||Zimbabwe’s political-economic crisis continues because neither its Government of National Unity, domestic civil society nor international pressure – including tomorrow’s Maputo meeting of the Southern African Development Community (SADC) – can dislodge old, bad habits of malgovernance. With a new draft Constitution ready for a referendum vote followed by a presidential and parliamentary election, the six months immediately ahead are critical.
Many examples of chaos appeared over the last week (much of which I spent in a rural area northwest of Harare). Leaders of Robert Mugabe’s Zimbabwe African National Union (ZANU PF) rejected crucial text within a Constitution its own negotiators had hammered out. Then Mugabe’s army threatened to derail this month’s census, desperately needed not just for socio-economic planning but also future election districting.
In a free and fair election, Movement for Democratic Change (MDC) president Morgan Tsvangirai would probably win hands down; in March 2008, he trounced Mugabe in the first round by nearly 10 percent before withdrawing from a run-off several weeks later, because meanwhile hundreds of his supporters were killed, tortured or injured by ZANU PF supporters.
As a Mail&Guardian investigation last week revealed, when Mugabe was running out of funds in April 2008, his regime was bolstered by a $100 million loan from New York-based Och-Ziff Capital Management Group, even though he had not serviced Zimbabwe’s foreign debt since 1999. The loan was possible thanks to London-based Central African Mining and Exploration Company, run by English cricket player and businessman Phil Edmonds, and AngloPlats, whose 25% gifting of assets to Harare was the basis for the deal.
Who will pay Mugabe’s campaign bill in 2013? The next greedy mining house is Anjin, a diamond mining company co-owned by Beijing investors and the Zimbabwean Ministry of Defense, whose leaders have said they will never accept rule by Tsvangirai’s party. Anjin is the main beneficiary of what is probably the world’s largest diamond field at Marange, near Mutare in eastern Zimbabwe, where hundreds of informal miners were killed by the army in November 2008.
Two weeks ago, Anjin fired 1 500 workers who, desperate for decent pay, launched their eighth strike since 2010. Farai Maguwu, a UKZN doctoral student and director of the Mutare-based Centre for Research and Development, termed Anjin’s move “a gross violation of the right of workers to engage in industrial action if their working conditions are appalling.” Another Marange diamond firm, Mbada, is chaired by Mugabe’s former helicopter pilot Robert Mhlanga, who recently purchased R185 million in properties in Sandton, Umhlanga and Zimbali.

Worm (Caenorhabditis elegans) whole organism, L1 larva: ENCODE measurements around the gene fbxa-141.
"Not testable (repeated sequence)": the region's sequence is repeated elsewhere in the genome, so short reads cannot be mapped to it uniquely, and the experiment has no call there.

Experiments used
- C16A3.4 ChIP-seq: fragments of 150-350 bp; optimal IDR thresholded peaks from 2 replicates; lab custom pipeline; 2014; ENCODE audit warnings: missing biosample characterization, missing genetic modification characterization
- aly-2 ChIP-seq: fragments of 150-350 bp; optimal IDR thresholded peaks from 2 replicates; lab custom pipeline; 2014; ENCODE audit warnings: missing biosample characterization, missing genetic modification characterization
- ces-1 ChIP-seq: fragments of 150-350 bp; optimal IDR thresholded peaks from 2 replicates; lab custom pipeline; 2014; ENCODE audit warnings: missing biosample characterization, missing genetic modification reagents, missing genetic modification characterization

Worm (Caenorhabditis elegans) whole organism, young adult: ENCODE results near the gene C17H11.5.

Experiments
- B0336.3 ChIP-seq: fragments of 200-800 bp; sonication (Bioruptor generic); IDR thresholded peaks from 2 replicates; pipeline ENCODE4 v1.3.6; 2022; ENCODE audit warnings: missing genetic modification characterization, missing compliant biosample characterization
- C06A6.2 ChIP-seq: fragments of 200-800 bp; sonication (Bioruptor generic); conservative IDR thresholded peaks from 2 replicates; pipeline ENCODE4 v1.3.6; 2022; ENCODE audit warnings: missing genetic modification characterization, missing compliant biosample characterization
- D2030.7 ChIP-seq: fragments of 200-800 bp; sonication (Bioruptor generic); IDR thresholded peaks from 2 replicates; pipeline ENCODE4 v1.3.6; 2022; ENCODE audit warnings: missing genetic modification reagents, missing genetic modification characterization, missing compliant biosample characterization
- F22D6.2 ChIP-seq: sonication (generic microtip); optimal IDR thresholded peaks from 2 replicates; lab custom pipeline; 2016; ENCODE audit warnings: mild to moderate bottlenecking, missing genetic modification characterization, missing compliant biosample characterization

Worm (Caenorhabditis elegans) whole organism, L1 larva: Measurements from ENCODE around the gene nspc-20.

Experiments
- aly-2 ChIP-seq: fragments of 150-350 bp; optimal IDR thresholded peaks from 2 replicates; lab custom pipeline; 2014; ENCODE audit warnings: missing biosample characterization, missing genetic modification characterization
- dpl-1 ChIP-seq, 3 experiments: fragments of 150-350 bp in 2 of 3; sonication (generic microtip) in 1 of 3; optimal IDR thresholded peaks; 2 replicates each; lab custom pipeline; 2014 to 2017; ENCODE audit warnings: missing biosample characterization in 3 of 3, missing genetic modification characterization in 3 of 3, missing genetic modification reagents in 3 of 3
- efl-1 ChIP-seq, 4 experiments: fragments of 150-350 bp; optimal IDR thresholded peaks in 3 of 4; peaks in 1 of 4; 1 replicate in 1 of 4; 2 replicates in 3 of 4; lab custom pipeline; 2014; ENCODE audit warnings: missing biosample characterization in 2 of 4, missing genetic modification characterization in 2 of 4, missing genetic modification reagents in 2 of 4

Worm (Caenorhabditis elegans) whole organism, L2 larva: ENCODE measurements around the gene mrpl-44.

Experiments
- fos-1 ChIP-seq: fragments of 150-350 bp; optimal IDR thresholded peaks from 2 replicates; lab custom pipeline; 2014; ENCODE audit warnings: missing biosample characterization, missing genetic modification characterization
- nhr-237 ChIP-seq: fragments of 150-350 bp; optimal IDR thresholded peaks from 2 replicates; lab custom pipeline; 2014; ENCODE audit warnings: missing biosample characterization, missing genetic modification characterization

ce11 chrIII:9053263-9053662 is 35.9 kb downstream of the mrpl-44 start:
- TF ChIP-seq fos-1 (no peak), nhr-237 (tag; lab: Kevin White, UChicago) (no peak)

This is the kind of company ZANU PF keeps, notwithstanding rhetoric regularly hostile to foreign capital. For the next election, probably in March, we can expect another tactic – ‘indiginisation’ – familiar to those who witnessed Mugabe’s 2000 campaign, explains Bulawayo writer Mary Ndlovu: “The indigenisation agenda ZANU PF is pushing has now replaced the land issue as a programme to simultaneously win support from a new constituency and frustrate the opposition. It seems dishonestly designed to further enrich themselves, consolidate their patronage lines and prevent the MDC getting credit for increased investment, rather than honestly redistributing wealth to the people.”
The first two corporations to play the game of diluting local holdings are platinum exporters Rio Tinto of London and Johannesburg-based Implats.
Another source of crony capitalism is the financial sector, through which disgraced Reserve Bank Governor Gideon Gono and his allies arranged foreign exchange takeovers prior to the Zimbabwe dollar’s collapse in 2009. Bankers close to ZANU PF made dubious loans which now require the kinds of bailouts that Wall Street and the City of London received from their own purchased politicians in 2008-09.
This is the main reason for Zimbabwe’s banking crisis, and recently compelled Gono to issue a directive that $100 million be kept in capital reserves to prevent a devastating run on the banks. Out of two dozen, only six or so – nearly all foreign headquartered – will survive that degree of regulatory restructuring (the rest must be merged or closed). The adverse impact on credit availability, already hampered by the world’s highest real interest rates, will be devastating.
On top of that is next month’s IMF and World Bank meeting in Washington where Zimbabwe’s nearly $11 billion in unrepayable foreign debt is up for negotiation, plus a looming public workers strike. While economic growth may still top 5% this year, the underlying crises are now being amplified. Whether a free and fair election is possible months, or instead ZANU PF uses its military might, diamond wealth and crony capitalism to maintain illegitimate power, is too difficult to call, but SADC could have its fingerprints on Zimbabwe’s corpse if once again, it turns away.
(Patrick Bond directs the UKZN Centre for Civil Society.)